The world’s fourth largest air freight and sea freight forwarder, Swiss group Panalpina, continued its strong organic growth in the first six months of 2007, with revenues, earnings and market share all registering impressive growth.
While turnover and profits have increased, Praveen Ojha, Lead Analyst with independent market analysts Datamonitor’s logistics and express research unit, says the bigger positive signs for the future lie in Panalpina’s non-freight forwarding results- the Supply Chain Management (SCM) division. With increasing margins in the SCM business, Panalpina continues to swell its cash-kitty for any potential acquisitions.
After posting strong first quarter results earlier this year, Panalpina extended the good performance throughout the second quarter and, over the first half as a whole, increased both its operating and net profits by over 50 pct.
Net forwarding revenue increased to CHF 4.0 billion, from CHF 3.7 billion a year earlier. The first half net earnings jumped to CHF 108.4 million, up from CHF 69.3 million in 2006, while EBIT increased to CHF 148.3 million, up from CHF 96.6 million a year earlier. Panalpina has also announced plans to launch a share buyback program later this month, and, according to the company, this will not impact plans for further capital expenditure or inorganic growth.
One of Panalpina’s strongest aspects is its well diversified business across all regions as well as across most customer industries. Coupled with this, the sheer volume of Air freight and Sea freight handled by Panalpina provides the company with significant pricing power as well as cross-selling opportunity for its highest margin business: Supply Chain Management. The SCM division along with Air freight is increasingly injecting cash into Panalpina’s balance sheet, which will then potentially act as the catalyst for further inorganic activity.
Although supported by complimentary market demand conditions, the company’s focus on higher margin SCM and air freight operations also helped boost profits. However, its sea freight operations failed to perform as impressively, primarily because of currency fluctuations and higher rates.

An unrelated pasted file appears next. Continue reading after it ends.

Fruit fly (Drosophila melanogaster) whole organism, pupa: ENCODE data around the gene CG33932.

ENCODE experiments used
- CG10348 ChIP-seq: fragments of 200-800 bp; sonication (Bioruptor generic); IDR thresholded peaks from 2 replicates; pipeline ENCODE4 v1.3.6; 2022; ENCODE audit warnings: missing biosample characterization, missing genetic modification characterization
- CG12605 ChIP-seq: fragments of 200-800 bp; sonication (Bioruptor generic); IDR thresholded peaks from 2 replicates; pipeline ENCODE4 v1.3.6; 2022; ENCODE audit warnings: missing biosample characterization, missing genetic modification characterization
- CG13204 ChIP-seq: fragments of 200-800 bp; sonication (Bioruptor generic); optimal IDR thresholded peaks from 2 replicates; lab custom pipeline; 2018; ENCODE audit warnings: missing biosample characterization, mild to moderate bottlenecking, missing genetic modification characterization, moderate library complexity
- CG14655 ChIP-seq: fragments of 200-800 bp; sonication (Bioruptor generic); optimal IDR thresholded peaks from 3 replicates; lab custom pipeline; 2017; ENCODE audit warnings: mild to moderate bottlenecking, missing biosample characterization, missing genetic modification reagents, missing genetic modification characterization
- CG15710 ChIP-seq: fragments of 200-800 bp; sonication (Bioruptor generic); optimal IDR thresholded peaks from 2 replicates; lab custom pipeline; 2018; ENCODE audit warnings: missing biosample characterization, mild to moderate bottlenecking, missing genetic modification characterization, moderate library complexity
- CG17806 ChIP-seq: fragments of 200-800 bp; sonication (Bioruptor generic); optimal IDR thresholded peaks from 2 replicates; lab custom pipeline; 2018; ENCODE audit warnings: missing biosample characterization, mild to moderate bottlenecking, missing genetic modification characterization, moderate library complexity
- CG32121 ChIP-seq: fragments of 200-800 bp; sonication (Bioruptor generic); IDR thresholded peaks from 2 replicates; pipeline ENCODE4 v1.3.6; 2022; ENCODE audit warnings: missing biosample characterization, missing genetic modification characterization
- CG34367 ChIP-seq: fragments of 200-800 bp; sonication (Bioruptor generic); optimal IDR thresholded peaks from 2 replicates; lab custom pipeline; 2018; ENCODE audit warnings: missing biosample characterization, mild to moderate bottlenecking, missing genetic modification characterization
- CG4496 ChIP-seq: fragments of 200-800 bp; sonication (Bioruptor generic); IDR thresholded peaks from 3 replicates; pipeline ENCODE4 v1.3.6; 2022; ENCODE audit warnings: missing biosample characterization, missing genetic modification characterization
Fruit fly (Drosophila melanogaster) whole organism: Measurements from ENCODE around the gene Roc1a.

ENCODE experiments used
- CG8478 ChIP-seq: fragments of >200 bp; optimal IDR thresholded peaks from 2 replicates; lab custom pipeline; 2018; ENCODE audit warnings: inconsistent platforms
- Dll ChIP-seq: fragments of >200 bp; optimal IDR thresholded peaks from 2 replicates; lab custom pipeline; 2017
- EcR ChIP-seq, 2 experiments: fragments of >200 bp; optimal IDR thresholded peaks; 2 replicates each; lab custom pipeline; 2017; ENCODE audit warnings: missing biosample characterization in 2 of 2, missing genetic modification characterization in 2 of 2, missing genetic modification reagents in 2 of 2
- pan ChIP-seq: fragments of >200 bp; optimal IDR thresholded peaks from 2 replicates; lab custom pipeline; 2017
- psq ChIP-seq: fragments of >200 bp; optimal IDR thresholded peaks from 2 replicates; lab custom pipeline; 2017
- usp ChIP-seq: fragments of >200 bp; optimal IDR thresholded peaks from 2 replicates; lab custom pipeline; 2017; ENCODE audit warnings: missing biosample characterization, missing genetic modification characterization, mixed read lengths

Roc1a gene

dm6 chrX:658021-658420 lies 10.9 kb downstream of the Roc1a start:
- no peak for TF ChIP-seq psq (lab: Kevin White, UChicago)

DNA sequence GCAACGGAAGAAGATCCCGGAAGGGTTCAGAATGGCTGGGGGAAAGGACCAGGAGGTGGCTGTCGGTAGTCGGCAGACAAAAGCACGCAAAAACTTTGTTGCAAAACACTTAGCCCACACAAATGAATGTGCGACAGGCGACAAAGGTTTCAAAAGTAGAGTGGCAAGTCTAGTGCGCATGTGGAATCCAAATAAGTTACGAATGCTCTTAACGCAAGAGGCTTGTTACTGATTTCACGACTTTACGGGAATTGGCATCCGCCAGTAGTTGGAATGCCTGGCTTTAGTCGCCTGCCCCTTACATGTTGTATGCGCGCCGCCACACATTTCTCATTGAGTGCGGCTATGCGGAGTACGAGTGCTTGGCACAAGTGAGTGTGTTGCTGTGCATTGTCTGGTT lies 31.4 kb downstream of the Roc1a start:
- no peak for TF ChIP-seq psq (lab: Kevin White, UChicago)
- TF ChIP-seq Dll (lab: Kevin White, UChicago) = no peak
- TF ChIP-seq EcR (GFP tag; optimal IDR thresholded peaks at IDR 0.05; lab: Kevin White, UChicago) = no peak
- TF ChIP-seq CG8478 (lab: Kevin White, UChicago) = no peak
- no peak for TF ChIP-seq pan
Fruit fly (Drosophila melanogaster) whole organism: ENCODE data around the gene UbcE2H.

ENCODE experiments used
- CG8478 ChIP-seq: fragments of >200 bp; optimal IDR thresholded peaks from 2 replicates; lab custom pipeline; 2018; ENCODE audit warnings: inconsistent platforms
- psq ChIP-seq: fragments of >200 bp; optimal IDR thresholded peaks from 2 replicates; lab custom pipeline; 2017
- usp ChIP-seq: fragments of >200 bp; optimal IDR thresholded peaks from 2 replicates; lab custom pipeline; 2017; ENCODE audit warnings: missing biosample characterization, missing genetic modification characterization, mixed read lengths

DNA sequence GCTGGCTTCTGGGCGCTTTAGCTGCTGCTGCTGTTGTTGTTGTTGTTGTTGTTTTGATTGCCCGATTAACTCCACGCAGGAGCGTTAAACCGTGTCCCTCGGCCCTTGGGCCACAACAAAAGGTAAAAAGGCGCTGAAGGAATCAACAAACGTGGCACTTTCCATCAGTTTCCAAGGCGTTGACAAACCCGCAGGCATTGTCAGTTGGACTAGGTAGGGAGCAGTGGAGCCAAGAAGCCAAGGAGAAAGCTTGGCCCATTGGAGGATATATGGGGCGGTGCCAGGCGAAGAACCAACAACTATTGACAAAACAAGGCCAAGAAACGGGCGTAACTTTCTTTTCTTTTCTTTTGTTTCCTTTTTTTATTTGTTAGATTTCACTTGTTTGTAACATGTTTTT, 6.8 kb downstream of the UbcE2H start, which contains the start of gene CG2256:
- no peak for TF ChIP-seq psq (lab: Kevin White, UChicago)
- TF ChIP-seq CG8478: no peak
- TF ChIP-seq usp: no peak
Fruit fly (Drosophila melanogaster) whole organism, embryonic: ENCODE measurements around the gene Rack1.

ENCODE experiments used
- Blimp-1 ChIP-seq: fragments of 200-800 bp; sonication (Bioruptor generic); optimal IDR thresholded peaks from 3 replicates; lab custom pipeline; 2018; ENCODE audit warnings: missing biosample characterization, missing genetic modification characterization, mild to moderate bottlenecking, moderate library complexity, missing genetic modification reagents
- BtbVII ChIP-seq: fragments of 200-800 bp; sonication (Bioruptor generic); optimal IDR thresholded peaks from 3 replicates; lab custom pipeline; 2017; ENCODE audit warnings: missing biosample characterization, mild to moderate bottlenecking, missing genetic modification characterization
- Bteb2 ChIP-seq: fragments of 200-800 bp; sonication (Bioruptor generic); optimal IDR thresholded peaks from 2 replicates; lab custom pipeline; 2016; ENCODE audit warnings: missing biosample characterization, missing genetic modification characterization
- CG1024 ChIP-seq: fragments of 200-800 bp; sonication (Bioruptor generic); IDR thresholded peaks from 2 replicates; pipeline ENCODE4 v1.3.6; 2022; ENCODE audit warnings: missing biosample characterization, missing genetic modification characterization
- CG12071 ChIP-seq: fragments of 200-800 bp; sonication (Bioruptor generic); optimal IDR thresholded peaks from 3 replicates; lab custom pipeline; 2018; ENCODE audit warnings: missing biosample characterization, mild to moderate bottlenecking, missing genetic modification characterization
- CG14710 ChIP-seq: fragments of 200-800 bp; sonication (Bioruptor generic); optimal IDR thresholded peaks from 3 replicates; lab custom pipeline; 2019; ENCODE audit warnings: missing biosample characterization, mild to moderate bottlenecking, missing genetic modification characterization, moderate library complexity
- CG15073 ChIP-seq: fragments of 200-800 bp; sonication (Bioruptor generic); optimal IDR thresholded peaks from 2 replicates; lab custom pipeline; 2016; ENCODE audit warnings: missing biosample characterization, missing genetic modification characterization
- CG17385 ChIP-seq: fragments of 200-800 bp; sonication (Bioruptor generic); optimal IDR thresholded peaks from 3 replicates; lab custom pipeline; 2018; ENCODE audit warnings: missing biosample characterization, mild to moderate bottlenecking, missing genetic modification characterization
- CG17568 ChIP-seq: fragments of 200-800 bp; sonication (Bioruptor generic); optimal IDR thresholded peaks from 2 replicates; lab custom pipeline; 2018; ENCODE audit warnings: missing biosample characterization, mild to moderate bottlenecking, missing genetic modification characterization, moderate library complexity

Panalpina is coping well with the overall imbalance in trade across the world, which is more severe in sea freight in comparison to air freight. The company managed to increase its global freight forwarding market share in both air and sea freight, outpacing the market volume growth rates by over 5 pct in both air and sea freight.
Panalpina’s revenue growth in the APAC, EMEA and Latin American trade lanes more than offset the under-performance of the North American lane in the first half of this year. The outbound volumes on the Asia-Pacific lane still remain the most significant revenue generator for Panalpina. However, the sea freight market continued to experience capacity constraints, especially on APAC outbound routes, resulting in increased freight rates and lower margins for the company.
Going forward, Panalpina seems to be right on track to meet its financial and volume targets for the year, primarily deriving gains from buoyant market demand and a focus on higher margin businesses.
Source: Transport News Network